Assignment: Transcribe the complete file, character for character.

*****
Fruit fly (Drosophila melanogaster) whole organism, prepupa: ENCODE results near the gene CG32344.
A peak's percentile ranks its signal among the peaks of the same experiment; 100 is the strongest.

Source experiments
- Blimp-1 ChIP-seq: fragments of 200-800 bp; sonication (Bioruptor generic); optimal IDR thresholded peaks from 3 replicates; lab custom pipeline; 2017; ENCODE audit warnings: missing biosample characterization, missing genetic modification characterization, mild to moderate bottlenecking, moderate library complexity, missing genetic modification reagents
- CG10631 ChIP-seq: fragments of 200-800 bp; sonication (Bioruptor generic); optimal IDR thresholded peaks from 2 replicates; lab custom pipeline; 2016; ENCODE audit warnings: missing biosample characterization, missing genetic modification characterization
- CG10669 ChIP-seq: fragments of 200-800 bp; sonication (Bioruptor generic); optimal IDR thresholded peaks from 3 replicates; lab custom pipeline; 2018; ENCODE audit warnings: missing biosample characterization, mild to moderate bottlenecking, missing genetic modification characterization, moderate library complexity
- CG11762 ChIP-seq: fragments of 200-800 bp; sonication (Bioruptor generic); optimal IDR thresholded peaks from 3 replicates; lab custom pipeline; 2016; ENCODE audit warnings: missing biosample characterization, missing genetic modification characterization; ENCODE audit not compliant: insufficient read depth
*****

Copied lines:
Fruit fly (Drosophila melanogaster) whole organism, prepupa: ENCODE results near the gene CG32344.
A peak's percentile ranks its signal among the peaks of the same experiment; 100 is the strongest.

Source experiments
- Blimp-1 ChIP-seq: fragments of 200-800 bp; sonication (Bioruptor generic); optimal IDR thresholded peaks from 3 replicates; lab custom pipeline; 2017; ENCODE audit warnings: missing biosample characterization, missing genetic modification characterization, mild to moderate bottlenecking, moderate library complexity, missing genetic modification reagents
- CG10631 ChIP-seq: fragments of 200-800 bp; sonication (Bioruptor generic); optimal IDR thresholded peaks from 2 replicates; lab custom pipeline; 2016; ENCODE audit warnings: missing biosample characterization, missing genetic modification characterization
- CG10669 ChIP-seq: fragments of 200-800 bp; sonication (Bioruptor generic); optimal IDR thresholded peaks from 3 replicates; lab custom pipeline; 2018; ENCODE audit warnings: missing biosample characterization, mild to moderate bottlenecking, missing genetic modification characterization, moderate library complexity
- CG11762 ChIP-seq: fragments of 200-800 bp; sonication (Bioruptor generic); optimal IDR thresholded peaks from 3 replicates; lab custom pipeline; 2016; ENCODE audit warnings: missing biosample characterization, missing genetic modification characterization; ENCODE audit not compliant: insufficient read depth